What Should Skittles Do: The Case of Unwanted Free PR

Unless you’ve been completely disconnected from the news for the last few weeks, there’s no escaping the news about Trayvon Martin. As tensions flare and the story is pieced together, two companies have had their name attached to the tragedy: Skittles and Arizona Ice Tea.  Even the earliest news articles had mentioned that Trayvon was walking back home from buying both the candy and drink when the fatal altercation took place.  Since then, Skittles especially has found themselves in the headlines marching protestors have been carrying bags of Skittles, and filmmaker Spike Lee encouraged outraged citizens to mail thousands of bags of the candy to the Sanford, FL police chief in protest of no arrests being made.

Since then, people have been asking: Does Skittles owe anything for this free publicity?

The company Facebook page  ( which boasts 21.4 million likes) is still keeping it’s lighthearted tone intact. “Like this post if you think turtles should come with doorbells!” said one recent status update. “Fact: Skittles are the only things that taste as good in reality as they do in your dreams” was another update. To it’s credit, however, Skittles has also left any post mentioning Trayvon Martin. Some posts call for Skittles to take action on and make an announcement in support of the victim’s family, some call for the candy to make a generous donation for all of the free publicity. Some posts just keep a remembrance for Trayvon. The key is that the Skittles brand is monitoring their page for any hateful/derogatory comments, but not trying to sweep anything under the rug by deleting all comments that reference the tragedy. The brand has yet to reply to any of these comments.

So the question remains: Should Skittles make a statement or donation? Unfortunately, there’s no easy answer. Making a statement or generous donation would be easy for such a large and famous brand ( the brand is owned by the WM Wrigley Jr Company, which is a division of Mars Candy). Such a move of good will could also buy them a lot of good publicity. Even if Skittles didn’t ask or want the kind of tragic attention they’ve been given ( who would?), they surely know this. What’s likely ( and what should  be done) is to wait until all of the evidence is provided before deciding if they should make a move. The story is fluid, and while the major elements stay the same, enough tiny details are constantly changing or coming into focus. If this all goes to trial, Skittles will surely feel the pressure to at least acknowledging the event.

Skittles may not have asked for this kind of publicity, and while they’re certainly not responsible either, how the brand handles this situation ( and if it continues to grow) could determine what kind of summer their public relations team is going to have. For now, they’re handling the situation perfectly.

2 comments on “What Should Skittles Do: The Case of Unwanted Free PR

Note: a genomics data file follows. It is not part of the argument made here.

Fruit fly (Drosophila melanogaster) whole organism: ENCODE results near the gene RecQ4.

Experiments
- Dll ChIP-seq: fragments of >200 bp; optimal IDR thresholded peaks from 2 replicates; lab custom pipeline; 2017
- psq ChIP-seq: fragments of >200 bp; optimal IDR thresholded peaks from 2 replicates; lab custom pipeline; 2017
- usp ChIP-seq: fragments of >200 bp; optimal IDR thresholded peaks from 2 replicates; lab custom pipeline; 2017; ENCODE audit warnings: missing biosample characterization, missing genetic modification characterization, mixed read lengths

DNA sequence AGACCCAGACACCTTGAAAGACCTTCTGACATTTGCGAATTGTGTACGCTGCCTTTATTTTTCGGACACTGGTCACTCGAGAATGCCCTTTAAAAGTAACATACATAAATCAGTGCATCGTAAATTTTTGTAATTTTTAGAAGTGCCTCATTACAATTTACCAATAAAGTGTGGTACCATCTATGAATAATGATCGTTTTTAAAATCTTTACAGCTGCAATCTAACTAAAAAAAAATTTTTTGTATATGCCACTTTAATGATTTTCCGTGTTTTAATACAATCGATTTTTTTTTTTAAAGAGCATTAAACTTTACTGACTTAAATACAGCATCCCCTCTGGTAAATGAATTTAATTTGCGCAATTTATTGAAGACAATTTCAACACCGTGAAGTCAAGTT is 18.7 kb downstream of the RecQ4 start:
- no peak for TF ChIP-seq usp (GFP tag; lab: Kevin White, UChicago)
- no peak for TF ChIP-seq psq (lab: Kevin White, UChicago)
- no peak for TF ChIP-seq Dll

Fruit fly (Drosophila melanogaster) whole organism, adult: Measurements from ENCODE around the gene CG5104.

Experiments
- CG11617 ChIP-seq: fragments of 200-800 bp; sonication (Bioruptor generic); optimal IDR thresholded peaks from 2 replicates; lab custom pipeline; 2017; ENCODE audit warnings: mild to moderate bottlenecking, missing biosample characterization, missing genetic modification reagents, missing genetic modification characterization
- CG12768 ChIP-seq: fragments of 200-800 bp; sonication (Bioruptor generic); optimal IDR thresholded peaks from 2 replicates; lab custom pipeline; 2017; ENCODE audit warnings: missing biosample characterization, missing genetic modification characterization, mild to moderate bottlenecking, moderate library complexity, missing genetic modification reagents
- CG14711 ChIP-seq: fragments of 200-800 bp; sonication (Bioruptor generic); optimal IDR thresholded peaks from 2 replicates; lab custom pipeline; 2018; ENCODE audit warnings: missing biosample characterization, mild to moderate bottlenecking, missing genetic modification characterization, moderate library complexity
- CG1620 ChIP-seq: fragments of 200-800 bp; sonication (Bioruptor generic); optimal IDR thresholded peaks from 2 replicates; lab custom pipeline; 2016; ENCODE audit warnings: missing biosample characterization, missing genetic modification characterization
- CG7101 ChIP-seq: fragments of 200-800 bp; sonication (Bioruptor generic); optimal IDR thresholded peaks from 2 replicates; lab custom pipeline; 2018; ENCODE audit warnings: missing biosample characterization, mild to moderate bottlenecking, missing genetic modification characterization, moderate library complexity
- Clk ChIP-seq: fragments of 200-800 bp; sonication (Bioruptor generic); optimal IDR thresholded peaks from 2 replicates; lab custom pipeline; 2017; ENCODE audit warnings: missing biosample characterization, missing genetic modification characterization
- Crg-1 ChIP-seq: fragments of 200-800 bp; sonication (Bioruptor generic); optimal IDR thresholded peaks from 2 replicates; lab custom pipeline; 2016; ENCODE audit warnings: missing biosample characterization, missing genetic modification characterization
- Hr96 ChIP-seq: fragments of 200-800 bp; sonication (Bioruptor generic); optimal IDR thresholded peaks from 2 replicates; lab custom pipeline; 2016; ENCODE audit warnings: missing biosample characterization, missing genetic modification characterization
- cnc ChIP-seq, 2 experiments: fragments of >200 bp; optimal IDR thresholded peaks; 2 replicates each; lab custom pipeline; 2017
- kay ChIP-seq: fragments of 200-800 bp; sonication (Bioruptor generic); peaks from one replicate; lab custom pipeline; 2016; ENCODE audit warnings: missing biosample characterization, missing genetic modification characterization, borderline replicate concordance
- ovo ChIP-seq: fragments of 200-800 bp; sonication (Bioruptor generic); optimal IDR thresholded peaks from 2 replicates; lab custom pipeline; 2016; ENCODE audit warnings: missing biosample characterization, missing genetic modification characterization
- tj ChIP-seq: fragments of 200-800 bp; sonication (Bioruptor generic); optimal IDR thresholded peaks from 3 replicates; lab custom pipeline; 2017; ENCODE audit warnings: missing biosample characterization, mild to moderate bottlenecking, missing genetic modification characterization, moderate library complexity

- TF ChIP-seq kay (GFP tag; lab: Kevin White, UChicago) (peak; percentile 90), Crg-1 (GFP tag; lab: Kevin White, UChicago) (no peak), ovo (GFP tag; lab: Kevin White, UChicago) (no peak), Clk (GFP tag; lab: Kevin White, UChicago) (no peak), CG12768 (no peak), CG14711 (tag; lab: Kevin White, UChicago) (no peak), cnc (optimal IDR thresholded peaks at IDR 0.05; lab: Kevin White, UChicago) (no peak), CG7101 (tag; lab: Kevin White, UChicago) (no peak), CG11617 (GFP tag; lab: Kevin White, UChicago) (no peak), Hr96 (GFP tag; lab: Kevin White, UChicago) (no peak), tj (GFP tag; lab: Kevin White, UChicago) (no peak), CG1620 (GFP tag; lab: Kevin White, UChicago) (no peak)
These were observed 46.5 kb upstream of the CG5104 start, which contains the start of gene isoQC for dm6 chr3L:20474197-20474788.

1. I don’t believe they have a reason to respond at all. What happened was tragic, yes, but had NOTHING to do with Skittles/Arizona as brands. The only thing important in the Travyvon/Zimmerman case is the truth of what happened, which we’ll likely never know as we don’t have the option of getting both sides of the story.

    If either of those companies made a statement at this point it could be viewed as them taking sides in the issue, at which point one has to wonder why? Why would Skittles or Arizona’s opinion matter? They just happened to be what Trayvon was consuming at the time, it doesn’t make any difference to the outcome of the investigation. If anything, I would view a statement by them as almost trying to intentionally capitalize more on a tragedy.

  2. Thanks for the comment!

    While I agree that either product wasn’t directly responsible for the tragedy, the brands still have to be aware that people are ( whether it’s fair or not) linking them to a horrible situation. Sometimes a Public Relations crisis can emerge from something that’s not the company’s fault, but I personally feel that doesn’t mean they can neglect it.

    Depending on how the public’s opinion continues to take shape, a neutral and conceise statement might be necessary. I still feel that taking sides is a bad idea, but no one could fault them for offering their regrets and condolences. Or asking fans to give ( and perhaps giving themselves) to a charitable third party, such as a group that takes care of children who are the victims of crime.

    It’s a tough situation, and you raise a very good point about the risk of appearing to capitalize on the tragedy. However, it sounds like we both believe that the brand is doing the best thing for themselves right now by not making a statement/sweeping things under the rug. I’m sure the Skittles and Arizona Tea brands already have plans in place, but they’re holding back and trying to determine whether or not they should implement it.

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